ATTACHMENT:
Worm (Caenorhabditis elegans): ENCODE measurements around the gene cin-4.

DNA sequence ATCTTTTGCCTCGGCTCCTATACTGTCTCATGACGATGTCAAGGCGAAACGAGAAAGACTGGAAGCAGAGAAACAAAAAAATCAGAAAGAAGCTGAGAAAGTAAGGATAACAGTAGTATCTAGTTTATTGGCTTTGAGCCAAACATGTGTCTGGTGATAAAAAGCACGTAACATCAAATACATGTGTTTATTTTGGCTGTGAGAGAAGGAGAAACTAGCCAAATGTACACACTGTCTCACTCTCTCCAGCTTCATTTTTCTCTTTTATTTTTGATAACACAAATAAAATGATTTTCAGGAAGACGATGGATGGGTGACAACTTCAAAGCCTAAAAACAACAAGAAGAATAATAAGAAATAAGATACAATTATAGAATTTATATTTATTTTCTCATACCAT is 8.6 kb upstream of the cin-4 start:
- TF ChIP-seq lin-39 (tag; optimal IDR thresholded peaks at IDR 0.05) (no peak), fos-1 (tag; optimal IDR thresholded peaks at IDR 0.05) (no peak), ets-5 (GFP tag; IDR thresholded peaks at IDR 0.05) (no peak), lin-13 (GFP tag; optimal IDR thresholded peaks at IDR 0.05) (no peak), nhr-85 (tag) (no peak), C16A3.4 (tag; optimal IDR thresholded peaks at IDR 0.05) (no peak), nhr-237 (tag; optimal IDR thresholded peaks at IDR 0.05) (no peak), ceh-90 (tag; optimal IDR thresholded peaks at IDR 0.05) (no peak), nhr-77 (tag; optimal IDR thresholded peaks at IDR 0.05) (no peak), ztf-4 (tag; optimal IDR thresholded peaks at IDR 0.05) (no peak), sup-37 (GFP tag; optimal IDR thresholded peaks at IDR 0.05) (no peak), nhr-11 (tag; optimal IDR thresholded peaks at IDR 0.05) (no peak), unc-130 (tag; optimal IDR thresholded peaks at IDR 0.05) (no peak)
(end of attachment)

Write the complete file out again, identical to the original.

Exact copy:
Worm (Caenorhabditis elegans): ENCODE measurements around the gene cin-4.

DNA sequence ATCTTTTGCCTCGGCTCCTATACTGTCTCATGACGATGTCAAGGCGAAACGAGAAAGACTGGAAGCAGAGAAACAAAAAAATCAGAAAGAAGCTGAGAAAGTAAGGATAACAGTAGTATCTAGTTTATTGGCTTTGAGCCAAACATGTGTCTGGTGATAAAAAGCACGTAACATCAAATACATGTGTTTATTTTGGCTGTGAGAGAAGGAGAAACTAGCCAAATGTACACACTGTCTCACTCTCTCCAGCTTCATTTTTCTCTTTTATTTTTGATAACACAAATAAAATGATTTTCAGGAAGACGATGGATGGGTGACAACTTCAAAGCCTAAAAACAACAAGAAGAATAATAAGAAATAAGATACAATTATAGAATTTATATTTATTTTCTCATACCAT is 8.6 kb upstream of the cin-4 start:
- TF ChIP-seq lin-39 (tag; optimal IDR thresholded peaks at IDR 0.05) (no peak), fos-1 (tag; optimal IDR thresholded peaks at IDR 0.05) (no peak), ets-5 (GFP tag; IDR thresholded peaks at IDR 0.05) (no peak), lin-13 (GFP tag; optimal IDR thresholded peaks at IDR 0.05) (no peak), nhr-85 (tag) (no peak), C16A3.4 (tag; optimal IDR thresholded peaks at IDR 0.05) (no peak), nhr-237 (tag; optimal IDR thresholded peaks at IDR 0.05) (no peak), ceh-90 (tag; optimal IDR thresholded peaks at IDR 0.05) (no peak), nhr-77 (tag; optimal IDR thresholded peaks at IDR 0.05) (no peak), ztf-4 (tag; optimal IDR thresholded peaks at IDR 0.05) (no peak), sup-37 (GFP tag; optimal IDR thresholded peaks at IDR 0.05) (no peak), nhr-11 (tag; optimal IDR thresholded peaks at IDR 0.05) (no peak), unc-130 (tag; optimal IDR thresholded peaks at IDR 0.05) (no peak)